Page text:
These associations have been, organized in certain sections of the South and West for the purpose of supplying land owners and farmers with long time loans at a low rate of interest. They are not in any way connected with the Federal Farm Loan System. The following are extracts from a prospectus published by one of these associations:
"The sole business of the association is to create security, sell its bonds and loan money on farm lands at low rates on long terms. It is simply a means of standardizing farm lands in the form of collateral bonds which can be marketed in the same way as industrial and municipal bonds.
"The entire capital stock of the Association shall be invested in first mortgages on farm property at not exceeding 50% of the appraised value, or in high-class bonds; to be used as a Guaranty Fund for the bonds issued by the Association.
"The Association will limit its loans to its own shareholders; * * * Every borrower will be directly interested in the success of the Association, and will share in its profits proportionately to the amount of his investment.
"Loans will be made upon the basis of 50% of the value of the property. Each loan will be amortized, which means that it will be paid back to the Association by small annual payments, will never have to be renewed, but will continue to run until the small annual payments have cleared the farmer's debt. No renewal commissions will have to be paid, nor will the farmer have the expense of bringing down his abstract or having it examined every few years, as at present, and the farmer will be forever relieved of anxiety lest he should fail to meet the mortgage when due and lose his farm, because he can always arrange, in case of necessity in any year, to borrow the trifling amount he is called upon to pay under the amortization principle. Therefore, it is practically impossible for an honest, industrious farmer to lose his farm under the equitable and beneficent plan of the Association."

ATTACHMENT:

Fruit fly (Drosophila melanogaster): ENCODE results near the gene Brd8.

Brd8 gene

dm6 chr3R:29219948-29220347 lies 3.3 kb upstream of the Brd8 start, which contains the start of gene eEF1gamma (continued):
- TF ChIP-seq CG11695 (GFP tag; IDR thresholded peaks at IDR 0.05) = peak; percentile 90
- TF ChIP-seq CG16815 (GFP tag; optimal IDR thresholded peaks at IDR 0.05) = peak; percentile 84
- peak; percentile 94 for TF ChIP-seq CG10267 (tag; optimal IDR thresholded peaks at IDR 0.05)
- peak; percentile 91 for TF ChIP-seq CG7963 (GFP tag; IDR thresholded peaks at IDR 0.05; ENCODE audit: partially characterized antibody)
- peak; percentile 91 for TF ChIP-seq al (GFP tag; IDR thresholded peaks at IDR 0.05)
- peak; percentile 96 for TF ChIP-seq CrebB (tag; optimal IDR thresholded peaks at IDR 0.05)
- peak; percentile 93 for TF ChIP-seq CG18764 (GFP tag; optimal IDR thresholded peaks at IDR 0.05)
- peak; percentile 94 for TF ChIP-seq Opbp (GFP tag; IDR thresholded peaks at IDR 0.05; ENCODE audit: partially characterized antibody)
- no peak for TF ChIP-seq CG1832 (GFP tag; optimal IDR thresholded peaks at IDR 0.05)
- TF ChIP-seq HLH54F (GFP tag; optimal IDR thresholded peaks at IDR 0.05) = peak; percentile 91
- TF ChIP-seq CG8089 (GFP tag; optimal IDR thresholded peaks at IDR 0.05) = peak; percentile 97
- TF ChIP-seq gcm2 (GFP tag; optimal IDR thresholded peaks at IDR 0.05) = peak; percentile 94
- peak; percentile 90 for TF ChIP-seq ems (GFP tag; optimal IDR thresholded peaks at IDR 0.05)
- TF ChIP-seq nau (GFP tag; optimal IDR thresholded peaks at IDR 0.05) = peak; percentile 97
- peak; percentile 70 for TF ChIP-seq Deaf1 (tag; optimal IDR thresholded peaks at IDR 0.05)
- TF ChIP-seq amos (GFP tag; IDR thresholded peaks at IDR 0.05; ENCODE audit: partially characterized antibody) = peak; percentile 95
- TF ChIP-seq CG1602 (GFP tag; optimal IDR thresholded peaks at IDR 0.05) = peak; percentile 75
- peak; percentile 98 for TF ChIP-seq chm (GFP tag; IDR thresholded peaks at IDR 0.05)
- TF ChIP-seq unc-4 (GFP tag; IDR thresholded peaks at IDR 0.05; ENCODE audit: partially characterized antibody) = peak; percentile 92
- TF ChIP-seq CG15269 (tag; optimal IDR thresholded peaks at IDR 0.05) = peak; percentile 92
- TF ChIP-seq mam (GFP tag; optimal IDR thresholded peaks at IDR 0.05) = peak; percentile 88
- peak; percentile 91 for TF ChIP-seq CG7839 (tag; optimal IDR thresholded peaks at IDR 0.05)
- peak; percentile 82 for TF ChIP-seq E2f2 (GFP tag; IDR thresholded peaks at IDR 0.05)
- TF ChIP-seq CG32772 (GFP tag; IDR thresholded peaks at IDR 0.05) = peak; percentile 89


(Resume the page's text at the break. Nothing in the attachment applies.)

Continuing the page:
For example, Bo. 110. S10 indicates that Baltimore & Ohio common stock was sold at 110, but that the seller, by giving one day's notice to the buyer, is entitled to make delivery any time within ten days. Of course the ten days is only used to illustrate, the figures would vary according to the terms of the transaction. (See also "Seller's Option.")
When the letter is used to indicate Shares, it is printed in connection with the report of a stock exchange sale upon the "tape," and appears when the amount of a stock sold and the price are so nearly alike that they may be taken for two sales. In its application, the amount of the sale will be followed by the letter S and a dot, thus: Ro. 73. S. 75, meaning that 73 shares of the Common Stock of the Rio Grande Western R. R. Co., to which the letters Ro refer, were sold at 75.